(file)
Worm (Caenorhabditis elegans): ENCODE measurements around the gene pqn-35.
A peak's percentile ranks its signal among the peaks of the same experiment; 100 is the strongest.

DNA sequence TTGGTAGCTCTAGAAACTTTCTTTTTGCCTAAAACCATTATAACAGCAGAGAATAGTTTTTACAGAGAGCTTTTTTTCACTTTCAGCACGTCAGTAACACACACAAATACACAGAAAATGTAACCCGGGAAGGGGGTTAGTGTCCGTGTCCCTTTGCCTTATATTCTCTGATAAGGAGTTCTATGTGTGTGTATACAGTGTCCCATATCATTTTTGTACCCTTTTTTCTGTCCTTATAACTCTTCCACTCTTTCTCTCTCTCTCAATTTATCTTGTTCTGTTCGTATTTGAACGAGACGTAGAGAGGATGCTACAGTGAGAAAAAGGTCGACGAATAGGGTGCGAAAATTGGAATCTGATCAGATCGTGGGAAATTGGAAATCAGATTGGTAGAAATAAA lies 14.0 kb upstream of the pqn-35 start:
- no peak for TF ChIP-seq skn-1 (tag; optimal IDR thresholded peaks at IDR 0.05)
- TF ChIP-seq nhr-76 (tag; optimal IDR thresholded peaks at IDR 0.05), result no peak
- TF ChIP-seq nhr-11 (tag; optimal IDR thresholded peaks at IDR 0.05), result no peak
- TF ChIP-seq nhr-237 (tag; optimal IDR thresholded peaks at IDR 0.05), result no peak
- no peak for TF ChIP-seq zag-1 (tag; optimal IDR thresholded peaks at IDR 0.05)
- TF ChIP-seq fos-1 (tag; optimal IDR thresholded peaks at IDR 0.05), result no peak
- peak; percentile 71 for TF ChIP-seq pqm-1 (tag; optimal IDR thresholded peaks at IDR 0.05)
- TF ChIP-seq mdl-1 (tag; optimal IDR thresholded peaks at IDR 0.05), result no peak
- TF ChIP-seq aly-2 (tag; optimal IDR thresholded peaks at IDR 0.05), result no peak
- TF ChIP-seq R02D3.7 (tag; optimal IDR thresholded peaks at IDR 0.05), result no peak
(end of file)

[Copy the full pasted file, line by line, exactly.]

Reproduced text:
Worm (Caenorhabditis elegans): ENCODE measurements around the gene pqn-35.
A peak's percentile ranks its signal among the peaks of the same experiment; 100 is the strongest.

DNA sequence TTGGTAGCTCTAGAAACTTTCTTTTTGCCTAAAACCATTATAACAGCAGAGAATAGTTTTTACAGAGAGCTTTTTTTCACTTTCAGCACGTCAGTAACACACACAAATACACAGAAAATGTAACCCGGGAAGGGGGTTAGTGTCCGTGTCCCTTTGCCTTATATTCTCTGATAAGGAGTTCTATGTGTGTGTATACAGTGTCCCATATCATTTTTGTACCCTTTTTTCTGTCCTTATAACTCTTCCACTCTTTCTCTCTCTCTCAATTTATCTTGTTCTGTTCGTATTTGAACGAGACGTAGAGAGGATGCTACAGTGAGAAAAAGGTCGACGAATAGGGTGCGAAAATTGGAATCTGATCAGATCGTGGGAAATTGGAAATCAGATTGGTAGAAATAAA lies 14.0 kb upstream of the pqn-35 start:
- no peak for TF ChIP-seq skn-1 (tag; optimal IDR thresholded peaks at IDR 0.05)
- TF ChIP-seq nhr-76 (tag; optimal IDR thresholded peaks at IDR 0.05), result no peak
- TF ChIP-seq nhr-11 (tag; optimal IDR thresholded peaks at IDR 0.05), result no peak
- TF ChIP-seq nhr-237 (tag; optimal IDR thresholded peaks at IDR 0.05), result no peak
- no peak for TF ChIP-seq zag-1 (tag; optimal IDR thresholded peaks at IDR 0.05)
- TF ChIP-seq fos-1 (tag; optimal IDR thresholded peaks at IDR 0.05), result no peak
- peak; percentile 71 for TF ChIP-seq pqm-1 (tag; optimal IDR thresholded peaks at IDR 0.05)
- TF ChIP-seq mdl-1 (tag; optimal IDR thresholded peaks at IDR 0.05), result no peak
- TF ChIP-seq aly-2 (tag; optimal IDR thresholded peaks at IDR 0.05), result no peak
- TF ChIP-seq R02D3.7 (tag; optimal IDR thresholded peaks at IDR 0.05), result no peak